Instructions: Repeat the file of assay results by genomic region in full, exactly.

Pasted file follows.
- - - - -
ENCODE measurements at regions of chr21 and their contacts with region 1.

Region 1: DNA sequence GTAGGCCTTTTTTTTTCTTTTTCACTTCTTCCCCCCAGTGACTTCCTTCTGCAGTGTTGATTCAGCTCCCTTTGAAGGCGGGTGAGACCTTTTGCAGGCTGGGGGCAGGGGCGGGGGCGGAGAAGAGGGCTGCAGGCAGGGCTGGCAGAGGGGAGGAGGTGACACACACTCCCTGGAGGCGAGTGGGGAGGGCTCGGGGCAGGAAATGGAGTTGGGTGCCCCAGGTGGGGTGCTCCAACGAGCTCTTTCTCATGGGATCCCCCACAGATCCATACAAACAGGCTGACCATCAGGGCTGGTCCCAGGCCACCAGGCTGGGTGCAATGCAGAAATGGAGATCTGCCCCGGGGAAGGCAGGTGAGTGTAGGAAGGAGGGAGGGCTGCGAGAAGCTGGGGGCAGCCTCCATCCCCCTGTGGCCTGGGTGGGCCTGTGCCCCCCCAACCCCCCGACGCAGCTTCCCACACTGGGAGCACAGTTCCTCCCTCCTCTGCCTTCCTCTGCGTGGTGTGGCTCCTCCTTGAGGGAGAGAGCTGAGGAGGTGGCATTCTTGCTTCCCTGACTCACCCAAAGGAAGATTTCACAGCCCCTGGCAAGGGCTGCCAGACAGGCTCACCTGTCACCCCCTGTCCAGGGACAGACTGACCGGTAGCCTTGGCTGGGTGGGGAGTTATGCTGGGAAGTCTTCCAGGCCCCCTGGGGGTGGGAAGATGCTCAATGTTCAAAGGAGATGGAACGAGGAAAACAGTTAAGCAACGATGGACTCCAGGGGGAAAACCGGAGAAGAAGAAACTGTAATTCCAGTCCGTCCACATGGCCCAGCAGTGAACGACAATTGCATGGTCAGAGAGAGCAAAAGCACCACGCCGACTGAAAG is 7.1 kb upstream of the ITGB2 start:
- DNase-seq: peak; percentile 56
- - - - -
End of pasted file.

ENCODE measurements at regions of chr21 and their contacts with region 1.

Region 1: DNA sequence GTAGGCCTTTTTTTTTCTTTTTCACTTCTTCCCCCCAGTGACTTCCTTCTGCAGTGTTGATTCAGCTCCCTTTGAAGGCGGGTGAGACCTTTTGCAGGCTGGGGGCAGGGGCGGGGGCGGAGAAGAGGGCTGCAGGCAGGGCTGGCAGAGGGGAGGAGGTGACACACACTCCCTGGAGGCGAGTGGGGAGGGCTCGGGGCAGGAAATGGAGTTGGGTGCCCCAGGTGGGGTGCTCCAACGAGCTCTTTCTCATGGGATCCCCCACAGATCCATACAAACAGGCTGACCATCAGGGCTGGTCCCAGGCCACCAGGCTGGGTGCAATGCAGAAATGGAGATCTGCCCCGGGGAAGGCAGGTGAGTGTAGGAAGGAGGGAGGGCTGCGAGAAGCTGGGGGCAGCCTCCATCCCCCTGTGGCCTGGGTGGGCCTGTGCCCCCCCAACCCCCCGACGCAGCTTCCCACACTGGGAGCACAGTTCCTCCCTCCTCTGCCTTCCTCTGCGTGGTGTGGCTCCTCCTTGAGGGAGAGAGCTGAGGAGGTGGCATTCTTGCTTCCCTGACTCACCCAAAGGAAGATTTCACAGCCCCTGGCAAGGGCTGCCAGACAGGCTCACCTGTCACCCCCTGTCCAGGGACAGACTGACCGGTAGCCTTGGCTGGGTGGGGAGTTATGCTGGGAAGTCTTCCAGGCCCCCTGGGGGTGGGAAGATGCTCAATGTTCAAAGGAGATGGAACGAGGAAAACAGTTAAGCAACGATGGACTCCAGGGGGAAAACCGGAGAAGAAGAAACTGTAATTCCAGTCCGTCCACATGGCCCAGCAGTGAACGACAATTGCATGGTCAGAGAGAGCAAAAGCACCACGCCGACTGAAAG is 7.1 kb upstream of the ITGB2 start:
- DNase-seq: peak; percentile 56